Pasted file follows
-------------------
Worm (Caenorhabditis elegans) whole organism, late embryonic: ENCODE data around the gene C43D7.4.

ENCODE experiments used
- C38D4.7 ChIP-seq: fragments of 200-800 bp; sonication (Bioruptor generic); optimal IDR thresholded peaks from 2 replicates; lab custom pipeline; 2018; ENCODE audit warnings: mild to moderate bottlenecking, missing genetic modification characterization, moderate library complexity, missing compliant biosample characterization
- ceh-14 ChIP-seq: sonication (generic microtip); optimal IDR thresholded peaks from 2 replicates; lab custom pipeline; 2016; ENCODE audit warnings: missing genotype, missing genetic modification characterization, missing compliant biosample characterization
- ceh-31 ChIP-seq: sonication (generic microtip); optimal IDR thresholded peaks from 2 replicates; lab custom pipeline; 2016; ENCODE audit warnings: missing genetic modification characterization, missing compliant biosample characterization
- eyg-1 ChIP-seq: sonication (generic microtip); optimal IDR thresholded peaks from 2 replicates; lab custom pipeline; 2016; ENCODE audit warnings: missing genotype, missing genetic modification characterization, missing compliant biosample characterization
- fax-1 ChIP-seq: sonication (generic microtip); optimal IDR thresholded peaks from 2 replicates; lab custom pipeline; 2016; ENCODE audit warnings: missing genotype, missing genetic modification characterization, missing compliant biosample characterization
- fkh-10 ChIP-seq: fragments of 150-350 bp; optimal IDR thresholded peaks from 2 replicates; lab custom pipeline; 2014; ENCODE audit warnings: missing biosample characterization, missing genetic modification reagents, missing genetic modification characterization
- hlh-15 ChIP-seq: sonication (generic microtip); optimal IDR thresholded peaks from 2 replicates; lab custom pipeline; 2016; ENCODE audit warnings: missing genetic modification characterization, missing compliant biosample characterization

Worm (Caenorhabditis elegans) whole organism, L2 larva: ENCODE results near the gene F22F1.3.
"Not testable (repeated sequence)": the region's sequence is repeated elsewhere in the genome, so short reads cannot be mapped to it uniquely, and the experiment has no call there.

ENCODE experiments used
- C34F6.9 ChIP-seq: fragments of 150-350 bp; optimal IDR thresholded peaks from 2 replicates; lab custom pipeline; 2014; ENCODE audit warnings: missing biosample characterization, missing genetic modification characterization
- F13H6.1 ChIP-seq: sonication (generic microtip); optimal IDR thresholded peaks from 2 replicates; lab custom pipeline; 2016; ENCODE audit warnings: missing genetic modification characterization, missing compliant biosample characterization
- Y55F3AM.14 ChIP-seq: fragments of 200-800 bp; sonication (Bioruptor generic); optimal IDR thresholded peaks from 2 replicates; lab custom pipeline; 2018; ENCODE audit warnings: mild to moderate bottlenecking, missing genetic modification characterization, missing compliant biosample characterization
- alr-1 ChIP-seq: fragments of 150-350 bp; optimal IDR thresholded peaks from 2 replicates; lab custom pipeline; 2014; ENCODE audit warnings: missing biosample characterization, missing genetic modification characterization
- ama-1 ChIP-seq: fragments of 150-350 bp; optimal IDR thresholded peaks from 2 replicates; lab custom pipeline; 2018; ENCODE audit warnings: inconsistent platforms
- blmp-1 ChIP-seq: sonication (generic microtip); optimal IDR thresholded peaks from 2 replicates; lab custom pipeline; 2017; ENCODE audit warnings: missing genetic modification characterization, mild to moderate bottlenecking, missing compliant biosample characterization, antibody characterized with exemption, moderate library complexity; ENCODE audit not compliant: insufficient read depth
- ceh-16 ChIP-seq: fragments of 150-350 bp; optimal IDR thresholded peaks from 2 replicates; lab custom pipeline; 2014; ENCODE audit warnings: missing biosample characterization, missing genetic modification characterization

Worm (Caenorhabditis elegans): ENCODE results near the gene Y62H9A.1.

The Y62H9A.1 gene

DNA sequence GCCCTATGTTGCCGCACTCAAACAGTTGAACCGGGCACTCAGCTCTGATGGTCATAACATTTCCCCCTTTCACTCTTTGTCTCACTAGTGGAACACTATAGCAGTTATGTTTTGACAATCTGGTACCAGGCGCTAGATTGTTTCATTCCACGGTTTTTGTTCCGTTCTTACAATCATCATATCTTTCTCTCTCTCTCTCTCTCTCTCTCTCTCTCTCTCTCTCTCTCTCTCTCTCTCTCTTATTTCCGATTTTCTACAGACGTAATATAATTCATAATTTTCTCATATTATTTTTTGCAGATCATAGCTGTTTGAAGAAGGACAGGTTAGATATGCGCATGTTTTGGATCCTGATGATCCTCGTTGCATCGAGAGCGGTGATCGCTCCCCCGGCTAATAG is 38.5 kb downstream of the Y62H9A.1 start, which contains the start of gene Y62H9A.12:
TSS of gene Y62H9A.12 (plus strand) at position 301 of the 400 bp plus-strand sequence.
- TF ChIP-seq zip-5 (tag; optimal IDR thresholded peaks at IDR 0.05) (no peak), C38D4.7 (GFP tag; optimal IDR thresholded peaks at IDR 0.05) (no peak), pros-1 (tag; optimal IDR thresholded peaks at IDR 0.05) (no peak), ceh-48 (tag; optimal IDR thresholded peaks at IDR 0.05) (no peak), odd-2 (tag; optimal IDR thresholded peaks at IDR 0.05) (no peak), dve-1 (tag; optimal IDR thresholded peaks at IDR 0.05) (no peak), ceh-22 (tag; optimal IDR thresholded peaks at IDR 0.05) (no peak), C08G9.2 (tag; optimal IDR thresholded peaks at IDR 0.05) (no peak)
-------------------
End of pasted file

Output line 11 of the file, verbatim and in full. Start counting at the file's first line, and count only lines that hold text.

"Not testable (repeated sequence)": the region's sequence is repeated elsewhere in the genome, so short reads cannot be mapped to it uniquely, and the experiment has no call there.